* denotes student researcher (graduate and undergraduate)
KE Cain, ML Hall, I Medina, AV Leitao, K Delhey, L Brouwer, A Peters, S Pruett-Jones, MS Webster, NE Langmore, and RA Mulder. Conspicuous plumage does not increase predation risk: A continent-wide test using model songbirds. American Naturalist. In Press March 2019.
Press Release -
* Young, CM, Cain, KE, Svedin, N, Backwell, PRY, Pryke, SR. Breeding biology of Crimson Finches (Neochmia phaeton) in the eastern Kimberley, Western Australia. Emu - Austral Ornithology - In Press
Medina I, K Delhey, KE Cain, ML Hall, A Peters, RA Mulder & NE Langmore. 2017. Habitat structure is linked with the evolution of plumage in female, but not male, fairy-wrens. BMC Evolutionary Biology 17 (1), 35
Cain, KE & SR Pryke. Testosterone production ability predicts breeding success and tracks breeding stage in captive male songbirds.2017. Journal of Evolutionary Biology. 30: 430–436
* Young, CM, KE Cain, N Svedin, P Backwell & SR Pryke. 2017. Predictors of aggressive response towards simulated intruders depend on context and sex in Crimson Finches (Neochmia phaeton). Behavioural Processes 138, 41-48
Cain, KE & NE Langmore. Female song and aggression show contrasting relationships to reproductive success when habitat quality differs. Behav Ecol Sociobiol (2016). doi:10.1007/s00265-016-2192-1
Cain, KE & SR Pryke. 2016. Testosterone production in response to exogenous gonadotropin releasing hormone (GnRH challenge) depends on social environment and color polymorphism.
Special issue in General & Comparative Endocrinology, 244:77-85
Cain, KE, A Cockburn & NE Langmore. 2016. Female territorial behaviour (song and activity) is positively related to fitness estimates in superb fairy-wrens (Malurus cyaneus). Invited special issue on female song in Front. Ecol. Evol. http://dx.doi.org/10.3389/fevo.2015.00119
Cain, KE & NE Langmore. 2015. Female and male song rates across breeding stage: testing for sexual and non-sexual functions of female song. Animal Behaviour 109:65-71
* Young, C, KE Cain, & SR Pryke. 2015. Carotenoid or melanin? The role of coloured badges in resolving group conflicts. Journal of Avian Biology, DOI: 10.1111/jav.00742
* Young, C, KE Cain, N Svedin, P Backwell & SR Pryke. 2015. Nest success in crimson finches: chance or choice? Ethology, DOI: 10.1111/eth.12422
Cain KE, J Jawor & JW McGlothlin. Individual variation and selection on hormone-mediated phenotypes. In: The Ordinary Extraordinary Junco. (JW Atwell & ED Ketterson, editors). Chicago University Press, IL. Book Chapter
Cain, KE & KA Rosvall. Next steps for understanding the selective relevance of female-female competition. 2014, Frontiers in Ecology and Evolution doi: 10.3389/fevo.2014.0003
Cain, KE Mates of competitive females: the relationships between female aggression, mate quality and parental care. 2014. Advances in Zoology, Article ID 319567,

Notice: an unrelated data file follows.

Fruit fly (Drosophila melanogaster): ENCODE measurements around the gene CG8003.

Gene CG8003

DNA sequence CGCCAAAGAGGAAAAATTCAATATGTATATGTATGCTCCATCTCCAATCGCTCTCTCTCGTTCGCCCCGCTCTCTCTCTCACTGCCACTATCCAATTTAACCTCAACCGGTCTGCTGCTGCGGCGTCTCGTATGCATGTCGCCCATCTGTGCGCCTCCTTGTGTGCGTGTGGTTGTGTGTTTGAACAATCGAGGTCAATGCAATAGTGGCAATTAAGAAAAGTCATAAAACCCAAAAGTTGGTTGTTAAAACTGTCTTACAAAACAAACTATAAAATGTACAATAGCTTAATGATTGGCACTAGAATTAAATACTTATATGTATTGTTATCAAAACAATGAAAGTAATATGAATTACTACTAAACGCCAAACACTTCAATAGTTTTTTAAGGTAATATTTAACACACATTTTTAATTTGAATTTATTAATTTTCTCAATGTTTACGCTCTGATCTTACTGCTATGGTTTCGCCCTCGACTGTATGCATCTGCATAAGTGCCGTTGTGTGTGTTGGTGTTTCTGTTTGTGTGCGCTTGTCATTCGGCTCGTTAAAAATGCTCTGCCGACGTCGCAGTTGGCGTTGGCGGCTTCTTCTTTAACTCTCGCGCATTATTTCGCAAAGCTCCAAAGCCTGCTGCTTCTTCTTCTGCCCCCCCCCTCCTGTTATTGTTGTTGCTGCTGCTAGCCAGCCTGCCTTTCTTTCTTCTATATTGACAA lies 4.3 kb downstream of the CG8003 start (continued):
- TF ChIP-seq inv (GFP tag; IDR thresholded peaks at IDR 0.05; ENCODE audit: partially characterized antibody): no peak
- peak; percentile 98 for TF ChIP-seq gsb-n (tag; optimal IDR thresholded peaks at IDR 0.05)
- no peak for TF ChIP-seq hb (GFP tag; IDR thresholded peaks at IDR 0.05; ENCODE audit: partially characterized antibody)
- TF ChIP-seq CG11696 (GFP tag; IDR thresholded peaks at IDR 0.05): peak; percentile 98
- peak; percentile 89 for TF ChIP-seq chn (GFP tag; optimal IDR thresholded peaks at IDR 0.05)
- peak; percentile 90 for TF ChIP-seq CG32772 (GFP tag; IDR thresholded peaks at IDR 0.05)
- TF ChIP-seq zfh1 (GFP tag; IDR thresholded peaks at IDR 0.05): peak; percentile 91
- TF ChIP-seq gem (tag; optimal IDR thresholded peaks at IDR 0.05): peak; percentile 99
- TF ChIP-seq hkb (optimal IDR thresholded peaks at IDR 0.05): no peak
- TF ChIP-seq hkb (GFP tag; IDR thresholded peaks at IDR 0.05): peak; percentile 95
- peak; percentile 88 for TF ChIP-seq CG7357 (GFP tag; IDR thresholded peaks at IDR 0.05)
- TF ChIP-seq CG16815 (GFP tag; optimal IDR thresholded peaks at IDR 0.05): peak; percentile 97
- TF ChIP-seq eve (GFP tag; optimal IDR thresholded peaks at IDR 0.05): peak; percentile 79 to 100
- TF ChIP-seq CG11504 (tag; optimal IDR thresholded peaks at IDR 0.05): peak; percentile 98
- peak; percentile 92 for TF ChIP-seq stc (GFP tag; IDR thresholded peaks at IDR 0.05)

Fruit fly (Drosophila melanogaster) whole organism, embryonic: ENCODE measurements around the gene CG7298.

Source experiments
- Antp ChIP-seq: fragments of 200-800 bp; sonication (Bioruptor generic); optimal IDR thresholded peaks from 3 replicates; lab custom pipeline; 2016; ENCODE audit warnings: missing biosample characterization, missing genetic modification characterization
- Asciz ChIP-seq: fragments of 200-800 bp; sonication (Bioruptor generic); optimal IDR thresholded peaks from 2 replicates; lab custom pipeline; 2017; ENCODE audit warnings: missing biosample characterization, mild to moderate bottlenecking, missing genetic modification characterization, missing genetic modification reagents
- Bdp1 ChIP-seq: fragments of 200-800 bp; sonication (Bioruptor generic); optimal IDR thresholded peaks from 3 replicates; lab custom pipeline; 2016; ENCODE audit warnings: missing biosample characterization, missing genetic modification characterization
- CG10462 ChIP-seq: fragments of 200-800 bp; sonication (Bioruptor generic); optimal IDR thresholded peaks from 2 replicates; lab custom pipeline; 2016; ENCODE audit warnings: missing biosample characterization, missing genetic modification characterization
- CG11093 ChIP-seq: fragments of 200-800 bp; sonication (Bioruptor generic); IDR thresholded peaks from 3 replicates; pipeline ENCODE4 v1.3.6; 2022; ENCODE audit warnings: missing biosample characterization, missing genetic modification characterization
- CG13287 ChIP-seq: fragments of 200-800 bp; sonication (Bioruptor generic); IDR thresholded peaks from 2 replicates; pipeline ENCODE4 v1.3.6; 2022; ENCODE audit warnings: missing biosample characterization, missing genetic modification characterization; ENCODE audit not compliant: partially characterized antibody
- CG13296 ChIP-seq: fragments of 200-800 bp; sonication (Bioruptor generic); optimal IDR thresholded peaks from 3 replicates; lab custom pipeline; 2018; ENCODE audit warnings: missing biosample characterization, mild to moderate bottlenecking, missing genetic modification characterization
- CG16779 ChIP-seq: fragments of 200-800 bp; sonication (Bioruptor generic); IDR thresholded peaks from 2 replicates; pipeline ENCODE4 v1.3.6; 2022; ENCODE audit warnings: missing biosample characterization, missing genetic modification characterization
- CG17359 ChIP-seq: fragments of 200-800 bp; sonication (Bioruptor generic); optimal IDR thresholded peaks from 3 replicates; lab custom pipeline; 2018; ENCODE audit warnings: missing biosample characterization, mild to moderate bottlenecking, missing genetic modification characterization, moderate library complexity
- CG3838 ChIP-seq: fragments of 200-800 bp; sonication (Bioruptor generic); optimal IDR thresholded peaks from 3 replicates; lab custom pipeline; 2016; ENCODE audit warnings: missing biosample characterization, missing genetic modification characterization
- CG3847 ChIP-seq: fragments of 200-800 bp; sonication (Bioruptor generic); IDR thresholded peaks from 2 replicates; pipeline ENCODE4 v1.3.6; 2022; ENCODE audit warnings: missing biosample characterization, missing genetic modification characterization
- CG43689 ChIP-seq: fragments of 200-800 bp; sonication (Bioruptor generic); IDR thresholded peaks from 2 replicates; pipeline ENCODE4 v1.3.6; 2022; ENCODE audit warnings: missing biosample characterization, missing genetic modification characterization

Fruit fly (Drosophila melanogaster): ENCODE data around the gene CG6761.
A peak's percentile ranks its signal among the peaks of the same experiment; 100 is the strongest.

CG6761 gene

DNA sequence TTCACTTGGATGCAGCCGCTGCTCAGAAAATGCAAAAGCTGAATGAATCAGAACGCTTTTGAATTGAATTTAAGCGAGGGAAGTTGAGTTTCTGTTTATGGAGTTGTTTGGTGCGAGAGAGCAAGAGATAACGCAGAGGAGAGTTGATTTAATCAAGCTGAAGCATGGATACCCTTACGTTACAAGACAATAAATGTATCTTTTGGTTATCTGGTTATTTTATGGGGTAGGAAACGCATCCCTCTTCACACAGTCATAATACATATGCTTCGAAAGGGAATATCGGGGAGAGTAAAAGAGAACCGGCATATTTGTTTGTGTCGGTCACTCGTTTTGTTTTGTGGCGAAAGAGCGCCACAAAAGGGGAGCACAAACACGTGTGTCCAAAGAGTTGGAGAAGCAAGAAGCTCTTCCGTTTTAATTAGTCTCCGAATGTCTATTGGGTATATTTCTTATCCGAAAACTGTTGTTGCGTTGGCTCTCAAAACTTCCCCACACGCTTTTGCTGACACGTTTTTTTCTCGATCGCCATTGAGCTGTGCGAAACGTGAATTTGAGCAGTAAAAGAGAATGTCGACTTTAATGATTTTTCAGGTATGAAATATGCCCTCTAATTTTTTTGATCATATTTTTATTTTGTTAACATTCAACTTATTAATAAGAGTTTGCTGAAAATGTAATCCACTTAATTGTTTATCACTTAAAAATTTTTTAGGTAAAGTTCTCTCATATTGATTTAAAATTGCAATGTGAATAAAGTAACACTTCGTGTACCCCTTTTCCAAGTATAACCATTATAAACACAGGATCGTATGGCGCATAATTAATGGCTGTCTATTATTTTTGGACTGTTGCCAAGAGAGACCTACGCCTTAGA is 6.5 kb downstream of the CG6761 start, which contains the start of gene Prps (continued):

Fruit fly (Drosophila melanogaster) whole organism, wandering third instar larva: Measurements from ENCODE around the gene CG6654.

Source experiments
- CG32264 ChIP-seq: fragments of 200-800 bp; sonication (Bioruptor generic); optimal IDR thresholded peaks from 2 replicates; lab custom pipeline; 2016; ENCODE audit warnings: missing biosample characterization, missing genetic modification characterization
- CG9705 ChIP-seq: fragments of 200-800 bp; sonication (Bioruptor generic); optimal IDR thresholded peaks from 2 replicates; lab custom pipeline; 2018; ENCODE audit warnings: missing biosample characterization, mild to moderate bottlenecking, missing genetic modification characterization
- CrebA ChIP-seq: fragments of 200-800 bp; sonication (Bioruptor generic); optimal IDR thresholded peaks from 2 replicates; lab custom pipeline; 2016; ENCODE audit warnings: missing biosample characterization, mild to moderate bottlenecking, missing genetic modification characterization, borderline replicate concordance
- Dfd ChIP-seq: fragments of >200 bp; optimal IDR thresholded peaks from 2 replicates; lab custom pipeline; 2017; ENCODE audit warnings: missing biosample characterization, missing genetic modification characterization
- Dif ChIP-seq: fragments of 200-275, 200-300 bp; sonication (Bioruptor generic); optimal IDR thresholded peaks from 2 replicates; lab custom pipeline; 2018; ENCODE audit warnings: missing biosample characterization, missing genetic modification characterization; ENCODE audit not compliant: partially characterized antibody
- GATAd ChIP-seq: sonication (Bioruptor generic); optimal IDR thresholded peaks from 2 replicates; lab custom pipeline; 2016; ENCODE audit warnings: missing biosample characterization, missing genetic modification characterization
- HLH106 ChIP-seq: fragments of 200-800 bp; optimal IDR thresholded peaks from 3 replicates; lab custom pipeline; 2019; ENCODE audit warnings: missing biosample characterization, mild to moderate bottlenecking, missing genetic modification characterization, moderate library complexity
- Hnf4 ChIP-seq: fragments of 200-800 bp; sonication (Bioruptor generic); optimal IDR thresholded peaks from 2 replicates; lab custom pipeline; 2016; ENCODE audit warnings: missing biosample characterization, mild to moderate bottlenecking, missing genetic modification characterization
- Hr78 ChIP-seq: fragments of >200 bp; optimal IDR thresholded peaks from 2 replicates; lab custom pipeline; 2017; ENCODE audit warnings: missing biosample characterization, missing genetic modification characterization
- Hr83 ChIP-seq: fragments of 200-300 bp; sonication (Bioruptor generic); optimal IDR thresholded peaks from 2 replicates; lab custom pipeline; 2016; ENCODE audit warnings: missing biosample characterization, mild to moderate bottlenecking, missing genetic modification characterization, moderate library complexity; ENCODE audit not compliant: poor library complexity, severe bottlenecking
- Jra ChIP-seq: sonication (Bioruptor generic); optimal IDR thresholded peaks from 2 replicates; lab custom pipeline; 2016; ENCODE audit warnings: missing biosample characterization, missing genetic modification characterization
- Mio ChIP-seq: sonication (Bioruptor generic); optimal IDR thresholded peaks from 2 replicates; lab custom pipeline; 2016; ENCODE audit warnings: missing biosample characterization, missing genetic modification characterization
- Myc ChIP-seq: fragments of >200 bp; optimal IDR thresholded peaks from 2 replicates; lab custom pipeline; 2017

Roche DG, Lanfear R, Binning SA, Haff TM, Schwanz LE, Cain KE, Kokko H, Jennions MD, & Kruuk LEB. 2014. Troubleshooting Public Data Archiving: Suggestions to Increase Participation. PLoS Biology 12(1): e1001779. doi:10.1371/journal.pbio.1001779
Cain, KE & ED Ketterson. 2013. Individual variation in testosterone and parental care in a female songbird; the dark-eyed junco (Junco hyemalis), Hormones & Behavior, 64:685–692
Cain, KE & ED Ketterson. 2013. Costs and benefits of female competitive traits; aggression, maternal care, and reproductive success in a common songbird. PLoS One, 8(10):e77816
Cain, KE, CM Bergeon-Burns & ED Ketterson. 2012. Testosterone production, sexually dimorphic morphology and digit ratio in a common songbird, the dark-eyed junco. Behavioral Ecology, 24:462–469. doi: 10.1093/beheco/ars186
Cain, KE, and Ketterson, ED 2012. Competitive females are successful females; phenotype, mechanism, and selection in a common songbird. Behavioral Ecology and Sociobiology 66(2): 241-252. doi: 10.1007/s00265-011-1272-5
PRESS: Featured on the science blog The Scorpion and the Frog
Selected as an Editor's Choice Article; one of the journals top cited papers.
Cain, KE, Rich, MS*, Ainsworth, K*, Ketterson, ED 2011. Two sides of the same coin? Consistency in aggression to conspecifics and predators in a female songbird. Ethology 117(9): 786-795. doi: 10.1111/j.1439-0310.2011.01932.x
KE Cain, ML Hall, I Medina, AV Leitao, K Delhey, L Brouwer, A Peters, S Pruett-Jones, MS Webster, NE Langmore, and RA Mulder. Data from: Conspicuous plumage does not increase predation risk: A continent-wide test using model songbirds. Dryad Digital Repository.
Cain K, Pryke S (2016) Data from: Testosterone production ability predicts breeding success and tracks breeding stage in male finches. Dryad Digital Repository. http://dx.doi.org/10.5061/dryad.70gh4
* denotes student collaborators
Cain, KE, SR Pryke & LEB Kruuk. Sex differences in onotgeny of socially important traits in the Gouldian finch, Erythrura gouldiae.
Bergeon Burns, CM, KE Cain, NM Gerlach & ED Ketterson. Comparing testosterone-mediated traits between closely related subspecies: how much can be explained by variation in circulating hormones?